The confirmation that the approach in Warminger can be applied under the FMCA will provide clarity for those concerned with how s 265 will be interpreted by the Court.

In Zhong, the High Court commented on the assessment of the defendant's purpose, noting that while the FMA is not required to prove intent or the purpose behind a defendant's trades, it may be relevant to determining:

  • whether particular actions were manipulative and whether it has caused a false or misleading appearance of demand, supply, price and/or trading; and

  • the trader's actual or constructive knowledge.

The concept of "purpose" is not an express element in s 265 of the FMCA or its predecessor, s 11B of the Securities Markets Act 1988. The concept is now expressly addressed in s 268 of the FMCA, which provides a defence for contravention of s 265 where the trading was "in conformity with accepted market practices and for a proper purpose". The decision in Zhong suggests that purpose will therefore be relevant at two stages:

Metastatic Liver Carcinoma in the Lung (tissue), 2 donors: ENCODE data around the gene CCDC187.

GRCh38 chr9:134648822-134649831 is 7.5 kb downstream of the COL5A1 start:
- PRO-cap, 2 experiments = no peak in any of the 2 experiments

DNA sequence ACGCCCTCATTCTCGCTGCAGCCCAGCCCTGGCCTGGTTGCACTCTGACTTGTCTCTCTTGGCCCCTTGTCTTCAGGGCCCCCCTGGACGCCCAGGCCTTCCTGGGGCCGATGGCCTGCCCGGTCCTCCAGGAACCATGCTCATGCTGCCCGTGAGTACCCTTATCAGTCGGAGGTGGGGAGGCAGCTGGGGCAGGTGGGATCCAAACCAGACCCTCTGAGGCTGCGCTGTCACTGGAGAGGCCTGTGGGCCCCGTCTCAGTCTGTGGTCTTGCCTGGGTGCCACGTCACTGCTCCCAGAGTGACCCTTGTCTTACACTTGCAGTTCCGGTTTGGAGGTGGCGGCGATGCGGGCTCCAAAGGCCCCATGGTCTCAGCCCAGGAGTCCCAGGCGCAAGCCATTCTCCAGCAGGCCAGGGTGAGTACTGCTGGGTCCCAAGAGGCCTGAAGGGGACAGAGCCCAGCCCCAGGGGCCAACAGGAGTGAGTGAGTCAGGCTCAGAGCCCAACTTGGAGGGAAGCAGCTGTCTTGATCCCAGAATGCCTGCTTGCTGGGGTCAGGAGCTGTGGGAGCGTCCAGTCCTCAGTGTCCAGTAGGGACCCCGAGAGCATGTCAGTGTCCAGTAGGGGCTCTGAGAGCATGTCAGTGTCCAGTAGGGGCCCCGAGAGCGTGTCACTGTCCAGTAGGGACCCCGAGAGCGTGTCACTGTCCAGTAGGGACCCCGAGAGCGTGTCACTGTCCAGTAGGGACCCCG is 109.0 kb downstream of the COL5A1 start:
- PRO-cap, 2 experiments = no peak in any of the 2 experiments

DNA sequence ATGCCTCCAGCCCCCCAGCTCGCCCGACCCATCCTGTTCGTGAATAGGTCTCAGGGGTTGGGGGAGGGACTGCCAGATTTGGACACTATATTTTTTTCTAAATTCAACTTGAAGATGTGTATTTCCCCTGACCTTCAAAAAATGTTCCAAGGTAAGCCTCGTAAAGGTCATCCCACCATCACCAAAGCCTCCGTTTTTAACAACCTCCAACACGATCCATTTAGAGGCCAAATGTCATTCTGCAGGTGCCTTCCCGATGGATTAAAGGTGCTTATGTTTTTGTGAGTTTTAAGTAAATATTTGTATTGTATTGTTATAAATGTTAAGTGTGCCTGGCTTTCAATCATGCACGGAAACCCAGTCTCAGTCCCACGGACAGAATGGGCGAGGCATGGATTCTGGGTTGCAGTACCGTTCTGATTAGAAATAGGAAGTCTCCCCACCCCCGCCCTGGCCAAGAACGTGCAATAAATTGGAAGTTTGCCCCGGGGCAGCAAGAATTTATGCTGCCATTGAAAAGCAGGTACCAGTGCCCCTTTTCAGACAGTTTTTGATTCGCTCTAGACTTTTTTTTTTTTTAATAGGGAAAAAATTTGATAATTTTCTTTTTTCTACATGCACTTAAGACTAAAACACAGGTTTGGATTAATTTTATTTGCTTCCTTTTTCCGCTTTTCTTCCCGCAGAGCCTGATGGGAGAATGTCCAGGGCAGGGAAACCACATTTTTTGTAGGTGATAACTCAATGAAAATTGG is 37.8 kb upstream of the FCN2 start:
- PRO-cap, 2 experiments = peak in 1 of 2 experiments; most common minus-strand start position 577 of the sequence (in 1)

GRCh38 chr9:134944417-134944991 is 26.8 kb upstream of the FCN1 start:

• whether the conduct breaches s 265; and

  • whether the s 268 defence is available – albeit in this context the defendant will also need to establish that the trading was "in conformity with accepted market practices".

Accessory liability

The FMCA imposes liability for a person who has contravened a civil liability provision, but also for a person who has been "involved in a contravention". Section 533 provides that a person is "involved in a contravention" if the person:

(a)    has aided, abetted, counselled, or procured the contravention; or
(b)    has induced, whether by threats or promises or otherwise, the contravention; or
(c)    has been in any way, directly or indirectly, knowingly concerned in, or party to, the contravention; or
(d)    has conspired with others to effect the contravention.